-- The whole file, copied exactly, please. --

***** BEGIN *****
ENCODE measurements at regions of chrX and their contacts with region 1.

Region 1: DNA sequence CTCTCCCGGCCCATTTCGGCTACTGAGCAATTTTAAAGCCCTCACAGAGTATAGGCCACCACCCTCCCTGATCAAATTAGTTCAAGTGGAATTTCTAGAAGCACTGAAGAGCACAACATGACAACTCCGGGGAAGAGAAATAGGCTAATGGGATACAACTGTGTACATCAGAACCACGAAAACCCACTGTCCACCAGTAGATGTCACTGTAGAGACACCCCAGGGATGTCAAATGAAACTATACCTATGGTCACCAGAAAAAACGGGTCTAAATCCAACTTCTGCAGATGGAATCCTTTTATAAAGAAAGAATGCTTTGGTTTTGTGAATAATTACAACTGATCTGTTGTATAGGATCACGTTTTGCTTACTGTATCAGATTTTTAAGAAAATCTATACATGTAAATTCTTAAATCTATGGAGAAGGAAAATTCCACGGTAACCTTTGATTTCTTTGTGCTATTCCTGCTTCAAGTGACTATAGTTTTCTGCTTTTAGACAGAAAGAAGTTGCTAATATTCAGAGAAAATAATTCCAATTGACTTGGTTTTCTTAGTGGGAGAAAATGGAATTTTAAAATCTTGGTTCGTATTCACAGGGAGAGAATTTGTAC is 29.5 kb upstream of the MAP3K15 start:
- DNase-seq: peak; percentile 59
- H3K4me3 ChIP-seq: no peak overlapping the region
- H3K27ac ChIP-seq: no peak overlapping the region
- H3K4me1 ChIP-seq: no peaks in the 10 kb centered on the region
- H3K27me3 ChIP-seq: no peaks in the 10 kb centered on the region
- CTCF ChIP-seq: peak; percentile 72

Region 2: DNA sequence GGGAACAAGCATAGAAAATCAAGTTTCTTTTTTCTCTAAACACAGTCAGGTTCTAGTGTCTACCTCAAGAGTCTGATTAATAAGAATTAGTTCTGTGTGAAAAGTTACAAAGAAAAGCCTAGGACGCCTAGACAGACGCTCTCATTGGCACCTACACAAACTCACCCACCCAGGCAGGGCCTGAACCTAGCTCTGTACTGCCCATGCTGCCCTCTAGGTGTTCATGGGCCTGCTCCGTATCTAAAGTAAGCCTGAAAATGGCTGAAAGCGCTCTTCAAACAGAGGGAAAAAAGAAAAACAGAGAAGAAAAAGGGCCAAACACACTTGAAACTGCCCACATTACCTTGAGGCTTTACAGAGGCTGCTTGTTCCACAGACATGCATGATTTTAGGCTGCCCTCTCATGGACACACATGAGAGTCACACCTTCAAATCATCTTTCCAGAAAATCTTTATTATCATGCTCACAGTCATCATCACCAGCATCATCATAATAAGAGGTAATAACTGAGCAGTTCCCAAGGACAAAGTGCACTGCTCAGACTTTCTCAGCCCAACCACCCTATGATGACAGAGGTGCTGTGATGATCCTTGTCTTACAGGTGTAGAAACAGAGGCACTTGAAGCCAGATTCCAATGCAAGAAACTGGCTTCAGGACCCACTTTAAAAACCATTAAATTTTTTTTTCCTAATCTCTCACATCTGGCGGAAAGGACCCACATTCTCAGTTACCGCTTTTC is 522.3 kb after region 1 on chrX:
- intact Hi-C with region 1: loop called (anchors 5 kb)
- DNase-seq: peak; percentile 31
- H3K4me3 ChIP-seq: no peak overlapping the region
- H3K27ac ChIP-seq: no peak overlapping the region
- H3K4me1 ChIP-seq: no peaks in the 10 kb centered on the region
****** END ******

ENCODE measurements at regions of chrX and their contacts with region 1.

Region 1: DNA sequence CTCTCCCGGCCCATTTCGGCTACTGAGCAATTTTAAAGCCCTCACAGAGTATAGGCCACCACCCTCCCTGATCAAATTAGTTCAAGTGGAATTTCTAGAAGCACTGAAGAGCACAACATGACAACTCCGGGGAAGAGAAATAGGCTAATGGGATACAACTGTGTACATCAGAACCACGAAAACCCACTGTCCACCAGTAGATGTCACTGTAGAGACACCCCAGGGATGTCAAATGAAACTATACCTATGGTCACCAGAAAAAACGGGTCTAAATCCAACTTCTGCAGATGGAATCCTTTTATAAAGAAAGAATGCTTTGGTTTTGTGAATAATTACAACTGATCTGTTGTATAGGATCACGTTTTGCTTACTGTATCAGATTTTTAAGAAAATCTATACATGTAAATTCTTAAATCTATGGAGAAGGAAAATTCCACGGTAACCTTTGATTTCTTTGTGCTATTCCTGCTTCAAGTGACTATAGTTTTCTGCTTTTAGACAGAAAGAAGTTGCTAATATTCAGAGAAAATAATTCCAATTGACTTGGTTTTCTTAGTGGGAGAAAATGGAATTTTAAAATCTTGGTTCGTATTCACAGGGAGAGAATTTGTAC is 29.5 kb upstream of the MAP3K15 start:
- DNase-seq: peak; percentile 59
- H3K4me3 ChIP-seq: no peak overlapping the region
- H3K27ac ChIP-seq: no peak overlapping the region
- H3K4me1 ChIP-seq: no peaks in the 10 kb centered on the region
- H3K27me3 ChIP-seq: no peaks in the 10 kb centered on the region
- CTCF ChIP-seq: peak; percentile 72

Region 2: DNA sequence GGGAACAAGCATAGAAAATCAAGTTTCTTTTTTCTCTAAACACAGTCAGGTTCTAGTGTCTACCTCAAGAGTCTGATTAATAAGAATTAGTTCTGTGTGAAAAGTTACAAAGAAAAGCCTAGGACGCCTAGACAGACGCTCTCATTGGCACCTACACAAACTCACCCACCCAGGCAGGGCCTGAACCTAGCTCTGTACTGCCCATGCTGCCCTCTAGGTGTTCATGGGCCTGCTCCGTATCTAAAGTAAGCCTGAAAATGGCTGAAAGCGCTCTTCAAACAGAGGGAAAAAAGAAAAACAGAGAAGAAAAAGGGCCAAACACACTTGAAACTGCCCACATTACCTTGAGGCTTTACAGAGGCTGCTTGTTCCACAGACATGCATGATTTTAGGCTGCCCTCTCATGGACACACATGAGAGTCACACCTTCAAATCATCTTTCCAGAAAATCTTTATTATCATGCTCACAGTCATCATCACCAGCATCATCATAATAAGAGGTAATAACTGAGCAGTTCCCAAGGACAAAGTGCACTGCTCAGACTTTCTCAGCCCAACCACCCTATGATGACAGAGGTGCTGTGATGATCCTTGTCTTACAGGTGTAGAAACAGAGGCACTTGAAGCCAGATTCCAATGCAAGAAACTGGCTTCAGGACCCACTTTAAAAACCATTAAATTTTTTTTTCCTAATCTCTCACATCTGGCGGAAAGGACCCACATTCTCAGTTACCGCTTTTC is 522.3 kb after region 1 on chrX:
- intact Hi-C with region 1: loop called (anchors 5 kb)
- DNase-seq: peak; percentile 31
- H3K4me3 ChIP-seq: no peak overlapping the region
- H3K27ac ChIP-seq: no peak overlapping the region
- H3K4me1 ChIP-seq: no peaks in the 10 kb centered on the region